I try to plan most things in advance, like the script and the storyboard, but I definitely leave room for flexibility. Sometimes opportunities in locations or events just seem to pop up at the right time, and i like to be able to work around the spontaneous happenings. Other times actors just have something really good to contribute, and i think it over before including it or not.



* (almost the same question) Are you possessive of all "controls" or are you willing to let the actors make new suggestions, and possibly even take them on board?

Not posessive at all. By all means anyone around while filming can make suggestions, but it's really up to the director to have the final say anyway. Though the director might have a vision of what they want, the audience also knows what they'd like to see.


* How flexible is your script? Why?

I agree with what others have said, if there's a specific problem with a line, as long as the same kind of thing is being said it tends not to be important. Just as long as it doesn't change the character, story or if it's a really important line.

* How do you deal/would you deal with actors who seem to just not understand the concept, or look/act like they don't want to be there? How aware of their mood are you, and what kind of things do you do to keep them motivated/inspired?

If they didn't understand tben i'd go have a hot chocolate with them and discuss what they think it is, and what my perceptions of it are. If they still weren't interested and didn't want to be there, i'd just ask 'Why are you here?' As far as i'm concerned, there's no point in them beng there if they don't want to be. It shows on camera, nothing is lost.

The mood is very important. You need people who are interested, and if they're passionate then that's even better. I have to say i'm not a very good motivator though. It's sometimes a good idea to mix the scenes you're filming that day, like a long one with a short take, just to keep things different.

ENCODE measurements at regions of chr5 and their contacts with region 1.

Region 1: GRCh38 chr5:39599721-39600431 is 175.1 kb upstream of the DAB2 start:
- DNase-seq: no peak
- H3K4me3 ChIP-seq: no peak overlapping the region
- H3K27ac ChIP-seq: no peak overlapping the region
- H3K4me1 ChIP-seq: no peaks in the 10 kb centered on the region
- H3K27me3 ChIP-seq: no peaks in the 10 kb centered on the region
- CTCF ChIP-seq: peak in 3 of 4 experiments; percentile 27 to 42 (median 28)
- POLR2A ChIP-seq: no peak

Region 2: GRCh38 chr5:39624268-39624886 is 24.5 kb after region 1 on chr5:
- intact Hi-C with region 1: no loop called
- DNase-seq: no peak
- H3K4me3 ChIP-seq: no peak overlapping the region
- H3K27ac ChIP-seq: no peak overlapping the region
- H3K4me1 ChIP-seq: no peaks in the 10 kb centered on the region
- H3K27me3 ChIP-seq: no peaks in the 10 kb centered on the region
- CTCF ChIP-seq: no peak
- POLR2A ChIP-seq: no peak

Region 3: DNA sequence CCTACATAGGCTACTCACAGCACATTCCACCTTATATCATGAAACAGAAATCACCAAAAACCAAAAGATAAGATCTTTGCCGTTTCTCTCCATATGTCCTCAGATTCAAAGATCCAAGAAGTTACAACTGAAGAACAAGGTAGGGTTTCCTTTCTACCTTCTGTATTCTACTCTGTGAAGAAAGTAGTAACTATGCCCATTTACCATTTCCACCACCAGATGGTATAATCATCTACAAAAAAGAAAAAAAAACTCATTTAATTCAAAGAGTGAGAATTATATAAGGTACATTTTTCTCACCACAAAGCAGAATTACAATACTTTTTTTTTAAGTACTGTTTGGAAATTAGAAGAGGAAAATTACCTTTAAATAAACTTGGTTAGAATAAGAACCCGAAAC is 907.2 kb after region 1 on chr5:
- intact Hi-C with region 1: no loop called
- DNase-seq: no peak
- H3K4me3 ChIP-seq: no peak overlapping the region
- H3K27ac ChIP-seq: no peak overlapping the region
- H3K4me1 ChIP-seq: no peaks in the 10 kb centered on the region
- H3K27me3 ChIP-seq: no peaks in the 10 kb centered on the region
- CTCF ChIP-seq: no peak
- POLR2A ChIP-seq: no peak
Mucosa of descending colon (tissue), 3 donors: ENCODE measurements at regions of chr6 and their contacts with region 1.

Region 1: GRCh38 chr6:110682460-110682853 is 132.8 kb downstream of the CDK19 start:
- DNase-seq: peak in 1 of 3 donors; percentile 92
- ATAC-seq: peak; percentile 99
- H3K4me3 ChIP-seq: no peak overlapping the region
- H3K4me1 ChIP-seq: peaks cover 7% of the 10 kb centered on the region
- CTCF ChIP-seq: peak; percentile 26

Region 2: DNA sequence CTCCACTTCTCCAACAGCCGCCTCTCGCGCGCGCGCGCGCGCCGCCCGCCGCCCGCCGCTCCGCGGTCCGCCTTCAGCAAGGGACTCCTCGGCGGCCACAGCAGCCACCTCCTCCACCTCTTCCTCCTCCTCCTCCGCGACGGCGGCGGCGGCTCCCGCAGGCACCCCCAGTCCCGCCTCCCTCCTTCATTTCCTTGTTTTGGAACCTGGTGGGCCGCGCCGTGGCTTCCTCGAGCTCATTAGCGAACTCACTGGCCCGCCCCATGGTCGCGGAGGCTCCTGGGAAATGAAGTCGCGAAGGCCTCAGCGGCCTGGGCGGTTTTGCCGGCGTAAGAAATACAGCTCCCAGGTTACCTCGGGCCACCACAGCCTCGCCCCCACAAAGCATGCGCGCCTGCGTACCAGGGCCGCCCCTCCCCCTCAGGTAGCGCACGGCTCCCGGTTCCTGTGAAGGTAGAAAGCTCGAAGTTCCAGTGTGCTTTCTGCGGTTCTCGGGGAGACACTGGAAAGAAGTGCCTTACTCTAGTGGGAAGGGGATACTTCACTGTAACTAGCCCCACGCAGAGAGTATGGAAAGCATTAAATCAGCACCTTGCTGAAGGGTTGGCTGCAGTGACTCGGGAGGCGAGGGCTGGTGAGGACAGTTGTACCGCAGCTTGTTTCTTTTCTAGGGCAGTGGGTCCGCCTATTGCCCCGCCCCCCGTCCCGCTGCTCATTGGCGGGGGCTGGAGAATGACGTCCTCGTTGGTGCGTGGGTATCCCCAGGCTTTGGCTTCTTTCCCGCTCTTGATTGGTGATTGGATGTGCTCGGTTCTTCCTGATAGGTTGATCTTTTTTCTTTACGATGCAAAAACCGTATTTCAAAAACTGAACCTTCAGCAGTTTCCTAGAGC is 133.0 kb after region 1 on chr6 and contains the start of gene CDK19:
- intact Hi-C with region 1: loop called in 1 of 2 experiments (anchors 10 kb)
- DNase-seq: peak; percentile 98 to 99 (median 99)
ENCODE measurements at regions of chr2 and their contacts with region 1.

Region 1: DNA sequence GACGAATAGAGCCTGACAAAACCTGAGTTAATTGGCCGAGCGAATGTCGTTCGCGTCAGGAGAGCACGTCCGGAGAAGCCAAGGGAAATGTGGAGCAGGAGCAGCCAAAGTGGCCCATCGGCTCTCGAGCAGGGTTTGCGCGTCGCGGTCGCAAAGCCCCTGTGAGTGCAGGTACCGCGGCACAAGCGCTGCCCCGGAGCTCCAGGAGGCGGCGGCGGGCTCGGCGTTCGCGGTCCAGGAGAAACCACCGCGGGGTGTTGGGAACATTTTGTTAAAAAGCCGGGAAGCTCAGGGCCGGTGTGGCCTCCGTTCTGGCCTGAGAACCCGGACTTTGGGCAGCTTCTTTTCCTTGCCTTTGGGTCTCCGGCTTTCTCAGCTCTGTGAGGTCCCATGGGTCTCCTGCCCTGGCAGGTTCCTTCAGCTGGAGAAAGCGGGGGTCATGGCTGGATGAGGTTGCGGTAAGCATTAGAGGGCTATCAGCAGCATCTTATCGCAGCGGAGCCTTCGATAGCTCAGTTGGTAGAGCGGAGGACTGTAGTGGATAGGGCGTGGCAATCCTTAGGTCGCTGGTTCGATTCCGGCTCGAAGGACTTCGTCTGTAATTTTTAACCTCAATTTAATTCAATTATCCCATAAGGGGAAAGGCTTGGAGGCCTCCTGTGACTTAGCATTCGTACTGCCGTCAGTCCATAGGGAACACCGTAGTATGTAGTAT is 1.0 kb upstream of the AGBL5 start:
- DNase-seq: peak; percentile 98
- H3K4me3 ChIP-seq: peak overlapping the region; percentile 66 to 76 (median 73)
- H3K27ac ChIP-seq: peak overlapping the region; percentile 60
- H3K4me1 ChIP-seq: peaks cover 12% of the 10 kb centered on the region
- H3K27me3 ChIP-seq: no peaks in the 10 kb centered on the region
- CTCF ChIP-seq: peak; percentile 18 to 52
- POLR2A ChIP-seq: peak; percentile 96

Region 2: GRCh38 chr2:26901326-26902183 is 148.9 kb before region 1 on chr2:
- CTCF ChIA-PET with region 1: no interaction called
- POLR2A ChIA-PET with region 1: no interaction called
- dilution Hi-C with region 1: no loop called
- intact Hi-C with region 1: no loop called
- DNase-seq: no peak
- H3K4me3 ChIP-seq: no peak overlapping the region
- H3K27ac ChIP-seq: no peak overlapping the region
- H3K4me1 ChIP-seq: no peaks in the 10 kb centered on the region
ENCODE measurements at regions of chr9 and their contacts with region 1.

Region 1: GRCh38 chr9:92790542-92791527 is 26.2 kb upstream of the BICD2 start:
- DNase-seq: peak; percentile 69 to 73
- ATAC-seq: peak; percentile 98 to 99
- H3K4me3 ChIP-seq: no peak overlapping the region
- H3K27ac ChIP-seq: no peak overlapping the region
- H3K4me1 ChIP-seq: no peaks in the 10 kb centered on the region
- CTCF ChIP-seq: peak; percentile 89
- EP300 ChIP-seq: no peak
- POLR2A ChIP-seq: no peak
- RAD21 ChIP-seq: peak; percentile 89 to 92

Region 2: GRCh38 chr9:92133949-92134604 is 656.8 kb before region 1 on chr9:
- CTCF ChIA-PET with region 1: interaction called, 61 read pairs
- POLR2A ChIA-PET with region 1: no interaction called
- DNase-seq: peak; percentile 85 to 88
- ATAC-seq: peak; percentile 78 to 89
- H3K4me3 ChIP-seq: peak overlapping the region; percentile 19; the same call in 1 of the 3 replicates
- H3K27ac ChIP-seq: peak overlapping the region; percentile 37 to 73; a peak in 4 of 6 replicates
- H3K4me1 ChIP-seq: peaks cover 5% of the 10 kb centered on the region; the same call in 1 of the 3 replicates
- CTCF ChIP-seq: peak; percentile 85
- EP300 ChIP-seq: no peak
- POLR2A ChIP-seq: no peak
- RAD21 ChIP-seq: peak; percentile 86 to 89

* How important/not important is it for you to keep your actors motivated and understanding what has to happen and why? How much time do you spend prepping your actors?

It's essential they know what's going on at all times. They have to know the story, dialogue and their character fairly well, otherwise it just tends to show through the acting. And then you get something half as good as you might have gotten.

Prepping is really important, i usually spend just enough time until i'm sure the actor is confident about what is going on.

* How do you deal/would you deal with totally unexpected circumstances such as actors not being able to make it/new actors coming in at short notice, props or actors themselves who are not able to do things you assumed they would be able to do, bad weather, time restrictions, and anything else that could possibly happen? lol

I would probably curl up against a wall and cry a little. :p Then you just have to deal with it, find some alternative, or it will never work. I've never dealt with short notice additions so i'm not sure, but as for props and actors, i suppose it's just important to be flexible. There is always something else you can do that can communicate the same thing, sometimes even better.